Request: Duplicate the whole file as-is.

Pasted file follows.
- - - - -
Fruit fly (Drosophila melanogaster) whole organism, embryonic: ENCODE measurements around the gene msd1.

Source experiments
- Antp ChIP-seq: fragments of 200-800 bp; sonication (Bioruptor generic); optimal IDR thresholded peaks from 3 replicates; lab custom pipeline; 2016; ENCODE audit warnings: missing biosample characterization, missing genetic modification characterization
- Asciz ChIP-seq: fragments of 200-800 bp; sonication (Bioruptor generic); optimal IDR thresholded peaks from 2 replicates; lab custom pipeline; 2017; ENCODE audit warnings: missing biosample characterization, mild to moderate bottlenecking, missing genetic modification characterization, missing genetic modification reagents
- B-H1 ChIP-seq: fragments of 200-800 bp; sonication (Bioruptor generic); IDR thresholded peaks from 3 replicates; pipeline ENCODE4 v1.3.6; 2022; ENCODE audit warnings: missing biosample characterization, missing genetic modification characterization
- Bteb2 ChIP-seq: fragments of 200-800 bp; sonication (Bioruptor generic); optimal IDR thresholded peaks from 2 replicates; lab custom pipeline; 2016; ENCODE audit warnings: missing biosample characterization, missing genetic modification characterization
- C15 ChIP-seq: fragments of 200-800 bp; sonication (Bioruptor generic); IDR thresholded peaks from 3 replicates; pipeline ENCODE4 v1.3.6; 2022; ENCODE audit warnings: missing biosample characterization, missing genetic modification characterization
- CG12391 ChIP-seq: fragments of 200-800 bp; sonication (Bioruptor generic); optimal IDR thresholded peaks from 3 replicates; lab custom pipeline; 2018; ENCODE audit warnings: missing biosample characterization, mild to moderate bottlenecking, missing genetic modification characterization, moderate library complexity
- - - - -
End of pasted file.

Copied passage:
Fruit fly (Drosophila melanogaster) whole organism, embryonic: ENCODE measurements around the gene msd1.

Source experiments
- Antp ChIP-seq: fragments of 200-800 bp; sonication (Bioruptor generic); optimal IDR thresholded peaks from 3 replicates; lab custom pipeline; 2016; ENCODE audit warnings: missing biosample characterization, missing genetic modification characterization
- Asciz ChIP-seq: fragments of 200-800 bp; sonication (Bioruptor generic); optimal IDR thresholded peaks from 2 replicates; lab custom pipeline; 2017; ENCODE audit warnings: missing biosample characterization, mild to moderate bottlenecking, missing genetic modification characterization, missing genetic modification reagents
- B-H1 ChIP-seq: fragments of 200-800 bp; sonication (Bioruptor generic); IDR thresholded peaks from 3 replicates; pipeline ENCODE4 v1.3.6; 2022; ENCODE audit warnings: missing biosample characterization, missing genetic modification characterization
- Bteb2 ChIP-seq: fragments of 200-800 bp; sonication (Bioruptor generic); optimal IDR thresholded peaks from 2 replicates; lab custom pipeline; 2016; ENCODE audit warnings: missing biosample characterization, missing genetic modification characterization
- C15 ChIP-seq: fragments of 200-800 bp; sonication (Bioruptor generic); IDR thresholded peaks from 3 replicates; pipeline ENCODE4 v1.3.6; 2022; ENCODE audit warnings: missing biosample characterization, missing genetic modification characterization
- CG12391 ChIP-seq: fragments of 200-800 bp; sonication (Bioruptor generic); optimal IDR thresholded peaks from 3 replicates; lab custom pipeline; 2018; ENCODE audit warnings: missing biosample characterization, mild to moderate bottlenecking, missing genetic modification characterization, moderate library complexity